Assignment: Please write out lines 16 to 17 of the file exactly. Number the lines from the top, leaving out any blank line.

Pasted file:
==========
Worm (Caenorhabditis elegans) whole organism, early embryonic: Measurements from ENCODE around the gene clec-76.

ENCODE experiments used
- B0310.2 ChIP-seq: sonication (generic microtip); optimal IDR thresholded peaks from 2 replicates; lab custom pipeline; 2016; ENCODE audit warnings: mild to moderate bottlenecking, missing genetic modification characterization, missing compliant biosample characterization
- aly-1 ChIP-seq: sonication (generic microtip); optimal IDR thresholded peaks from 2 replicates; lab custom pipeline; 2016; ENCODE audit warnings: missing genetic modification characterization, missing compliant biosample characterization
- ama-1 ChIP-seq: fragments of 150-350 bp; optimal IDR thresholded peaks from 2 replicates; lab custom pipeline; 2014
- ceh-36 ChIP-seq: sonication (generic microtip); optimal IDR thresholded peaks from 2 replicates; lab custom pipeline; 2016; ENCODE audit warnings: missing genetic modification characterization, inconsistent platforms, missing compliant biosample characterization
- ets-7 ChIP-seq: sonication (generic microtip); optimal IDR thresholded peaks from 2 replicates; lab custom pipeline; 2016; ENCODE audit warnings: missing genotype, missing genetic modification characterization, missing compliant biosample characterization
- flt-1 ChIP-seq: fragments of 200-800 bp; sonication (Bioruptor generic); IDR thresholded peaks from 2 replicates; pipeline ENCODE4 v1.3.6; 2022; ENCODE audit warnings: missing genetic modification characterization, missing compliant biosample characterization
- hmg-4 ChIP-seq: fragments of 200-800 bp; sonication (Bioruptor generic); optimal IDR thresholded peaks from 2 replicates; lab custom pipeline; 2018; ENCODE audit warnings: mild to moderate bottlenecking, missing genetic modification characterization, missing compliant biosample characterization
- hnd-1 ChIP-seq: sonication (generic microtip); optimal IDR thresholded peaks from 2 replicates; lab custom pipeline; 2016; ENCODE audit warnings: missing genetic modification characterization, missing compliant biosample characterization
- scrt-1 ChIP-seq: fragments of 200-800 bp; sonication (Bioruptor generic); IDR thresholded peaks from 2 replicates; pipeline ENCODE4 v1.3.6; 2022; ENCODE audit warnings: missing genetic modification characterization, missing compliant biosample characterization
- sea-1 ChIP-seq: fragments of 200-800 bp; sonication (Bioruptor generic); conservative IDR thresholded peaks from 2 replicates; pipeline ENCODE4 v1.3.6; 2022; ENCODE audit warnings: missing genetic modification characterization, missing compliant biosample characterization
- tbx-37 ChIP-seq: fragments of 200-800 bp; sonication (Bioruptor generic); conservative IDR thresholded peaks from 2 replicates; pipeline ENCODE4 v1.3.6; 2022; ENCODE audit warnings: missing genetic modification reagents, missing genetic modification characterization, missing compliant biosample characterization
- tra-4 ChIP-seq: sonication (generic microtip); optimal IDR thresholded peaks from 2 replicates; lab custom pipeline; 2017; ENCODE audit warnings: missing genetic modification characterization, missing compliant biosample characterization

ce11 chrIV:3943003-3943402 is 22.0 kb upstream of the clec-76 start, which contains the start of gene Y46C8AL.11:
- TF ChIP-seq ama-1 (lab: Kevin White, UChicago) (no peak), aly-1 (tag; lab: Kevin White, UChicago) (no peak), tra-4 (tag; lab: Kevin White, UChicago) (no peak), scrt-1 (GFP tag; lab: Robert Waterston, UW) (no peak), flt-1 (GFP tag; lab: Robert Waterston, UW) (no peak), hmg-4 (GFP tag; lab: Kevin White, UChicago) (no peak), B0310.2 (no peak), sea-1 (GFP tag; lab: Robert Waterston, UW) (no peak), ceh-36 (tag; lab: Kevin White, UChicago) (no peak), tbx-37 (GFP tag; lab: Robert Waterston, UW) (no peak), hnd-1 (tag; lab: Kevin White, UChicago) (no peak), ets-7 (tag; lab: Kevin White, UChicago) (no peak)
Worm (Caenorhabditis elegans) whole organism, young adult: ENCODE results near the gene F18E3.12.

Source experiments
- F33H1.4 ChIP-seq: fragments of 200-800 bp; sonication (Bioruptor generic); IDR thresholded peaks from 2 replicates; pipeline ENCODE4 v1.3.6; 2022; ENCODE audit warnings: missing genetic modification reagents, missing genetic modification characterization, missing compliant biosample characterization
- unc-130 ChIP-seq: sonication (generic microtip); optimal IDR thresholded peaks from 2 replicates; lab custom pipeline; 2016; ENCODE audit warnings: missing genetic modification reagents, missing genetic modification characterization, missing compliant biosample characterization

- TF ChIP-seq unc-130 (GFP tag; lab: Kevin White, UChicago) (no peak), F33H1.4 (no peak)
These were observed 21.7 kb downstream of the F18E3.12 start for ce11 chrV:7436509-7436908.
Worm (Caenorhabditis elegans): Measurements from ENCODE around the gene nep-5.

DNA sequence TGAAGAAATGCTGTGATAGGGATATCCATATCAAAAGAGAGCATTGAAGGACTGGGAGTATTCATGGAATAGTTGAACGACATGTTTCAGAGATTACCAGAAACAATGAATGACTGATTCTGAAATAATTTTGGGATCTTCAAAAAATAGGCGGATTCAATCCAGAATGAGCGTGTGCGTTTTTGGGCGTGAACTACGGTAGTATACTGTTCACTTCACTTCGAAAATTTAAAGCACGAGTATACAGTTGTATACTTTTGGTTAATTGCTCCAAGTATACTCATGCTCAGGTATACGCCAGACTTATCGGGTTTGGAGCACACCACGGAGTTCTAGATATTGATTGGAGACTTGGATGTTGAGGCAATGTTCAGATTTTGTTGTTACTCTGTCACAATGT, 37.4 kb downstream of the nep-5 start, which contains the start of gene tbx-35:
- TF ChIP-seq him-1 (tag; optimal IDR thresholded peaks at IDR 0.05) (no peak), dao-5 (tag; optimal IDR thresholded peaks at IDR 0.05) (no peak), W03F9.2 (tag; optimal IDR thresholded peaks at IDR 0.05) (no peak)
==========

- TF ChIP-seq ama-1 (lab: Kevin White, UChicago) (no peak), aly-1 (tag; lab: Kevin White, UChicago) (no peak), tra-4 (tag; lab: Kevin White, UChicago) (no peak), scrt-1 (GFP tag; lab: Robert Waterston, UW) (no peak), flt-1 (GFP tag; lab: Robert Waterston, UW) (no peak), hmg-4 (GFP tag; lab: Kevin White, UChicago) (no peak), B0310.2 (no peak), sea-1 (GFP tag; lab: Robert Waterston, UW) (no peak), ceh-36 (tag; lab: Kevin White, UChicago) (no peak), tbx-37 (GFP tag; lab: Robert Waterston, UW) (no peak), hnd-1 (tag; lab: Kevin White, UChicago) (no peak), ets-7 (tag; lab: Kevin White, UChicago) (no peak)
Worm (Caenorhabditis elegans) whole organism, young adult: ENCODE results near the gene F18E3.12.